China Is Angry as White House Won’t Say If Trump Will Sign Hong Kong Bill
President Trump has spent months sidestepping Hong Kong’s escalating battle between pro-democracy demonstrators and security companies implementing China’s authoritarian government line.
However, on Wednesday, Congress put Mr. Trump on the spot, sending him tough legislation that will impose sanctions on Chinese officers for cracking down on the protesters and will finish Hong Kong’s favored economic relationship with the USA.
The measure lands on the president’s desk at a delicate second. His trade talks with Beijing are becalmed, and a Dec. 15 deadline for Mr. Trump to determine whether or not to resume main tariffs on Chinese items is approaching. China’s government has responded with fury to the measure and demanded that it not turn into law.
The invoice, titled the Hong Kong Human Rights and Democracy Act, is a take look at Mr. Trump’s dedication to the US’ historic mission of promoting human rights and democracy overseas. Members of each event have urged the president to talk out extra forcefully on behalf of demonstrators resisting what they name Beijing’s tightening grip over the semiautonomous island territory, too little avail. The White House declined to touch upon whether or not Mr. Trump would signal the measure, which handed the Senate unanimously and the House with only one lawmaker opposed, making a solidly veto-proof majority. Presidents have ten days to signal authorized laws; however, that clock is suspended when Congress is adjourned, as will probably be next week for the Thanksgiving vacation.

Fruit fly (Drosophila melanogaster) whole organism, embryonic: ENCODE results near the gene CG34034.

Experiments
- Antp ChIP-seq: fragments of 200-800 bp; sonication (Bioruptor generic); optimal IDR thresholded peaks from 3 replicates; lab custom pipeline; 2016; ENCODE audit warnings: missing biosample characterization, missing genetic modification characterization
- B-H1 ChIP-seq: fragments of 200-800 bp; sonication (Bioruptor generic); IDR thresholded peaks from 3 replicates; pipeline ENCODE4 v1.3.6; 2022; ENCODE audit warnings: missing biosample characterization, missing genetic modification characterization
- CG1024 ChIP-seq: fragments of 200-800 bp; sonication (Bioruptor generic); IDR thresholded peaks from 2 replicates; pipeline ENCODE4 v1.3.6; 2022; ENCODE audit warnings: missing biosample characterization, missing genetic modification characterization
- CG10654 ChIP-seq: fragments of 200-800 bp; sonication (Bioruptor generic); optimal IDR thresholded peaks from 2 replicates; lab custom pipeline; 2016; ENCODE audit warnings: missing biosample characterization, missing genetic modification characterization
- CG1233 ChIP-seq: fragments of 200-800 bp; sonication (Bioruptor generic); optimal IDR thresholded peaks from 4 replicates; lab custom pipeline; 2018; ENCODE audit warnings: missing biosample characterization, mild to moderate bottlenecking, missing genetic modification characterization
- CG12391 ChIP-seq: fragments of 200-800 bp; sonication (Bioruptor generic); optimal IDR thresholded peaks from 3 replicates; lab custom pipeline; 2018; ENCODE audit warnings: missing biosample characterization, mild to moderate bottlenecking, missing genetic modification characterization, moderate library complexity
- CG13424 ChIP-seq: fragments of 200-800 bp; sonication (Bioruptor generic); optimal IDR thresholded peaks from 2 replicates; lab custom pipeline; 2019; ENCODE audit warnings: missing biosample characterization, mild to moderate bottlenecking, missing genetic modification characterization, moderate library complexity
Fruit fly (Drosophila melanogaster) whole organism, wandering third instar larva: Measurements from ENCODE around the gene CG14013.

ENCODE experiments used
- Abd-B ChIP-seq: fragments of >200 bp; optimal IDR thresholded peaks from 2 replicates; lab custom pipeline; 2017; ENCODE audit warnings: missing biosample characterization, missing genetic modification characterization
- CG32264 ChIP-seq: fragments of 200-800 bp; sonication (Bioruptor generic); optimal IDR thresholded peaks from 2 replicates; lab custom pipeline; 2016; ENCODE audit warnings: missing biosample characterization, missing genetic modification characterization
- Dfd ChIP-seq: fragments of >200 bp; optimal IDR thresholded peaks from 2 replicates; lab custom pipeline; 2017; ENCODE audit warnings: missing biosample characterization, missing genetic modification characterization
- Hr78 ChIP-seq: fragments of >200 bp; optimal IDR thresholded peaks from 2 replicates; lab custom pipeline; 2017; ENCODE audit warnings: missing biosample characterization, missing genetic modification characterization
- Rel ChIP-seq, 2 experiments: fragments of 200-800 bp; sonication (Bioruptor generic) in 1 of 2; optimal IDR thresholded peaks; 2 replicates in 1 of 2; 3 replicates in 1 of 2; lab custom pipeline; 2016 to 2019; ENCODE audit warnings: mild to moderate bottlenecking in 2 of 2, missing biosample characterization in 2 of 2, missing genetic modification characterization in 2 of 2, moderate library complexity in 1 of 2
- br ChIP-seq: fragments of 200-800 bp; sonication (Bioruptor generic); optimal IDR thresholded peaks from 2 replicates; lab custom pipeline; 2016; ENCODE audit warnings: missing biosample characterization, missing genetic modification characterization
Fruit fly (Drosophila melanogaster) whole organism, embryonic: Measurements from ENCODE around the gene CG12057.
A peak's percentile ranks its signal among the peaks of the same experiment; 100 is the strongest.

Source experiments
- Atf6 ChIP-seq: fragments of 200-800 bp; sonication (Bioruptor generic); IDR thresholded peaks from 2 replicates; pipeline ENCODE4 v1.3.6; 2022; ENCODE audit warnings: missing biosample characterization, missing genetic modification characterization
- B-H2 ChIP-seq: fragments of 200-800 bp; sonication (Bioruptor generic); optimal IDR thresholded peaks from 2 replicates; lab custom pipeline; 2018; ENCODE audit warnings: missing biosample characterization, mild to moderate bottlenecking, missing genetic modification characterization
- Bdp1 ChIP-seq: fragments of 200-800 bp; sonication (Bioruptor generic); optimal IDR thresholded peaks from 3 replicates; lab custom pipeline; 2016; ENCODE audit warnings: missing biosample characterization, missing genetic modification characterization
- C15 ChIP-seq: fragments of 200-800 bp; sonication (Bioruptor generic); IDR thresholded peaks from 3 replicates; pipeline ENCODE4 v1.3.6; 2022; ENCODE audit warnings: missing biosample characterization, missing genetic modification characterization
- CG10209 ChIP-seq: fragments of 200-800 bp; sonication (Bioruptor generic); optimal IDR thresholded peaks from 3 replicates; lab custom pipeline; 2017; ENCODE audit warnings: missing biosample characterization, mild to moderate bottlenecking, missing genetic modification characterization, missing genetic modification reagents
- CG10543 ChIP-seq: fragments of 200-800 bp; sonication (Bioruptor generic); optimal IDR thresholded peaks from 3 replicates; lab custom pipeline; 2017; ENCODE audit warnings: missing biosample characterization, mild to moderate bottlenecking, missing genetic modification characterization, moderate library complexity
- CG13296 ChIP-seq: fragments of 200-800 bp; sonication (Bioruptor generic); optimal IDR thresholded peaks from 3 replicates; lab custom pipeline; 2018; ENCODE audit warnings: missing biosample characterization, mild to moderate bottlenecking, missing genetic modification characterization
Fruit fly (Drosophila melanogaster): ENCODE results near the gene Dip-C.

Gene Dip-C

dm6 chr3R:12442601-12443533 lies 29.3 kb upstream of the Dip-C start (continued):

Chinese officers have asked their American counterparts to travel to China for an additional spherical of negotiations. However, Mr. Trump’s advisers have been reluctant to do so, insisting that China is offering too little within the type of concessions to warrant the level of tariff relief it’s requesting, one person briefed on their plans said.